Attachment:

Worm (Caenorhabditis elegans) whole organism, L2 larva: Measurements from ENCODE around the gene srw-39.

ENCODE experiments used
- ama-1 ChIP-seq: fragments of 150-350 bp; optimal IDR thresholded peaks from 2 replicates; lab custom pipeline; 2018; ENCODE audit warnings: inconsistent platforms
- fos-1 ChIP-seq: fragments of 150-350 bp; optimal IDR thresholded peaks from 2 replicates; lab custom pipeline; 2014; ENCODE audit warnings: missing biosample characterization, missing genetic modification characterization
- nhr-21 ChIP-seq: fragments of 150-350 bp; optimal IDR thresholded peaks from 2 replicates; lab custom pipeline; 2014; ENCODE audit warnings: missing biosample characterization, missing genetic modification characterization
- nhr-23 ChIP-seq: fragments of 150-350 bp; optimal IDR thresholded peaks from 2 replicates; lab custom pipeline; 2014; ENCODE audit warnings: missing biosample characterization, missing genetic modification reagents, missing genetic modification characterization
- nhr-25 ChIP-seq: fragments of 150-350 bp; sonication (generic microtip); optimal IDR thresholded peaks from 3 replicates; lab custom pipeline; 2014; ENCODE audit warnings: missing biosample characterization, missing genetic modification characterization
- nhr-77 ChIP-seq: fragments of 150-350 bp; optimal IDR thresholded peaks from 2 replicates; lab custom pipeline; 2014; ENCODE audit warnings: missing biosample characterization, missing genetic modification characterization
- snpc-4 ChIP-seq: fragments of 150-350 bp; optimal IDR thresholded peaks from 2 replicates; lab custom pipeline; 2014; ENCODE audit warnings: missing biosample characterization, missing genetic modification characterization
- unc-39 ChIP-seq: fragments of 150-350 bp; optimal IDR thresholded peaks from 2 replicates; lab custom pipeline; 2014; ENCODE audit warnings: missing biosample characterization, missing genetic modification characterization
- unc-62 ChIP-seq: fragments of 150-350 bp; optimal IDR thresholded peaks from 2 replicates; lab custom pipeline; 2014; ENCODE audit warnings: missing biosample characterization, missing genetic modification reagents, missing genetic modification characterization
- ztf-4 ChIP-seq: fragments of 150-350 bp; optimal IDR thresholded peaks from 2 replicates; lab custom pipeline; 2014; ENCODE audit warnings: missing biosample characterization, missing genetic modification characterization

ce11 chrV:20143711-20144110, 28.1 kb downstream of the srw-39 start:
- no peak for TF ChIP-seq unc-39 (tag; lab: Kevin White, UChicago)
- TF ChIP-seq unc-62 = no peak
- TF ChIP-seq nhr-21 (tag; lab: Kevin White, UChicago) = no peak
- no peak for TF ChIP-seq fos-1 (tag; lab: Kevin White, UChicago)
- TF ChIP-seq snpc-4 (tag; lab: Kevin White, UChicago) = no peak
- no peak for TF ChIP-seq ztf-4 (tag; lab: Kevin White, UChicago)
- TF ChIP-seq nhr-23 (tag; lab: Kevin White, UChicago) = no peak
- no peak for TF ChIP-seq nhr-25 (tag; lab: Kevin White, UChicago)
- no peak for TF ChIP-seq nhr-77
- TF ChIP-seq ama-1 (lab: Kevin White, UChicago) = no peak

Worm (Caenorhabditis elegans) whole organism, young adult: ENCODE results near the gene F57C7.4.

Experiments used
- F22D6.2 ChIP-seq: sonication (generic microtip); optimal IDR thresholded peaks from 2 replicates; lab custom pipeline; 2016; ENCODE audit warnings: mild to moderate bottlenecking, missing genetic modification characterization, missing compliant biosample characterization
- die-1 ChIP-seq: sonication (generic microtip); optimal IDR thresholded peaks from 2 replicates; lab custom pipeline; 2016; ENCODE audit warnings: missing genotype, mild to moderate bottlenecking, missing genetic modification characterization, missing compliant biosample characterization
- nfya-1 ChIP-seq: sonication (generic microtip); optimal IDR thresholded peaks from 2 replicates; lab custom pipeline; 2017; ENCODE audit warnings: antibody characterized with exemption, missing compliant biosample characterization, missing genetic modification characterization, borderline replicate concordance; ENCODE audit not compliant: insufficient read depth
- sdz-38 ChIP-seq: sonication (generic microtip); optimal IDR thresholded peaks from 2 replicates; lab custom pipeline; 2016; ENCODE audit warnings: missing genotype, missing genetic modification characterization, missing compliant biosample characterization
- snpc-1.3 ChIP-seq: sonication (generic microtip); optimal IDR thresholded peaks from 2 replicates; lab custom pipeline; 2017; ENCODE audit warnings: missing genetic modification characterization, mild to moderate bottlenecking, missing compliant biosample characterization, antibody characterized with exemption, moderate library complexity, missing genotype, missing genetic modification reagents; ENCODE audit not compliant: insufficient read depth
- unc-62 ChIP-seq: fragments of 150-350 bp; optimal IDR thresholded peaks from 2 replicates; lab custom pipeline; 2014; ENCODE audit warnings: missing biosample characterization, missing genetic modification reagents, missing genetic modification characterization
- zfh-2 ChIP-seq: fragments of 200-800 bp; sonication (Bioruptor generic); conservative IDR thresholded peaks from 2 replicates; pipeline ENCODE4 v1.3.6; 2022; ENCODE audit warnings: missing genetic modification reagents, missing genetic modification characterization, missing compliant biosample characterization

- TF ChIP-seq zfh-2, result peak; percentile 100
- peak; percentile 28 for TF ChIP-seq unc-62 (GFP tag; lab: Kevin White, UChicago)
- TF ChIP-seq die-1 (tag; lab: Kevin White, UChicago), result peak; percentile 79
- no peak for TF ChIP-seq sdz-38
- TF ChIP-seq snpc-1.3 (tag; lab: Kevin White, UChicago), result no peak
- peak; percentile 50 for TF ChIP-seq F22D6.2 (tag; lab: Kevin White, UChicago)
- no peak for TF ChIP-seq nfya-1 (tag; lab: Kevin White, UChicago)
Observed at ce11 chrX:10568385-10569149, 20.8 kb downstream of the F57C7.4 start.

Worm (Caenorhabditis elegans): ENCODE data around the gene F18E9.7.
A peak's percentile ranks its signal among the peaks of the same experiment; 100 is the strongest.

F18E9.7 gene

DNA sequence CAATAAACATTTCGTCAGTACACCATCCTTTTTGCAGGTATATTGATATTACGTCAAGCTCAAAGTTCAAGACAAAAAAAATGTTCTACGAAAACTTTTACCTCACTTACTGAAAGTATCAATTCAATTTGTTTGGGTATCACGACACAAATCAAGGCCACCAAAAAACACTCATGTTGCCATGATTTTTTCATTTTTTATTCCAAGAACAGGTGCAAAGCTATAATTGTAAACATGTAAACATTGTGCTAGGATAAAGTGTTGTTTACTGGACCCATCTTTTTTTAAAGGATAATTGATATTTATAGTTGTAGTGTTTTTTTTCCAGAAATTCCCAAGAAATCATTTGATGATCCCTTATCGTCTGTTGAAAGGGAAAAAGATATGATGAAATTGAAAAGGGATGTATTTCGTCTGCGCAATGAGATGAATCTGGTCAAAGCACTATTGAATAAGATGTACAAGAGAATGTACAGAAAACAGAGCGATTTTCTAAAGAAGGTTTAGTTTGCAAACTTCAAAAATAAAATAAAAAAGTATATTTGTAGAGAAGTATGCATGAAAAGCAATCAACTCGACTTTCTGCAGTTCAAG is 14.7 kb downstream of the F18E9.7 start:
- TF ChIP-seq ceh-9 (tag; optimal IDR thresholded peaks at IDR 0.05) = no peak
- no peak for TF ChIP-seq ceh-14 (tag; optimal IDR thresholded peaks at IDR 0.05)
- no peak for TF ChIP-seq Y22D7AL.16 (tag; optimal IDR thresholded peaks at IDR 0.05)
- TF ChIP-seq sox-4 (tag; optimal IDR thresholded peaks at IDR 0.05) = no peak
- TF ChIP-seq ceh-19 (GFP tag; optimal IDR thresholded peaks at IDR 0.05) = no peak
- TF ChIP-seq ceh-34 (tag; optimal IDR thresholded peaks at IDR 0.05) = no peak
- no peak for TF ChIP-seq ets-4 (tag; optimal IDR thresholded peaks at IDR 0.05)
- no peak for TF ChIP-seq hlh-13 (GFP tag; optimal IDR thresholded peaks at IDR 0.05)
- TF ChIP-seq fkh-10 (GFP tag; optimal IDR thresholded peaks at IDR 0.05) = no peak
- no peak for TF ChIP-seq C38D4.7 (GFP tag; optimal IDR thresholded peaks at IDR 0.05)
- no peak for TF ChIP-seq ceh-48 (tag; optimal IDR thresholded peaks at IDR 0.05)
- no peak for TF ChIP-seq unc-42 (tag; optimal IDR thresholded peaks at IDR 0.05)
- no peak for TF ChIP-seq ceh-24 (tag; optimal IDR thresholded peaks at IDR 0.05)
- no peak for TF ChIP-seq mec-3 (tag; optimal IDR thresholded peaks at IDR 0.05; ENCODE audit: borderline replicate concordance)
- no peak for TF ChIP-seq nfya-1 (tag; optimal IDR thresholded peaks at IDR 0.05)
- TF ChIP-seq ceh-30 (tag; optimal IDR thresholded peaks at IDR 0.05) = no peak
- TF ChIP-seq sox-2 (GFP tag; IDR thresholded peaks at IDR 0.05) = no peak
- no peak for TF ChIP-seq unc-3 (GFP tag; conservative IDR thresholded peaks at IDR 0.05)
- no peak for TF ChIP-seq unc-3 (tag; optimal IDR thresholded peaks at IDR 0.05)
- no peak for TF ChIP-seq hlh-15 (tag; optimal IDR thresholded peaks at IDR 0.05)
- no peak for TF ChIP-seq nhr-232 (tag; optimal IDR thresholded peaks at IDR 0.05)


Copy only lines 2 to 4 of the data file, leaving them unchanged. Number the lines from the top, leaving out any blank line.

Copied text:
ENCODE experiments used
- ama-1 ChIP-seq: fragments of 150-350 bp; optimal IDR thresholded peaks from 2 replicates; lab custom pipeline; 2018; ENCODE audit warnings: inconsistent platforms
- fos-1 ChIP-seq: fragments of 150-350 bp; optimal IDR thresholded peaks from 2 replicates; lab custom pipeline; 2014; ENCODE audit warnings: missing biosample characterization, missing genetic modification characterization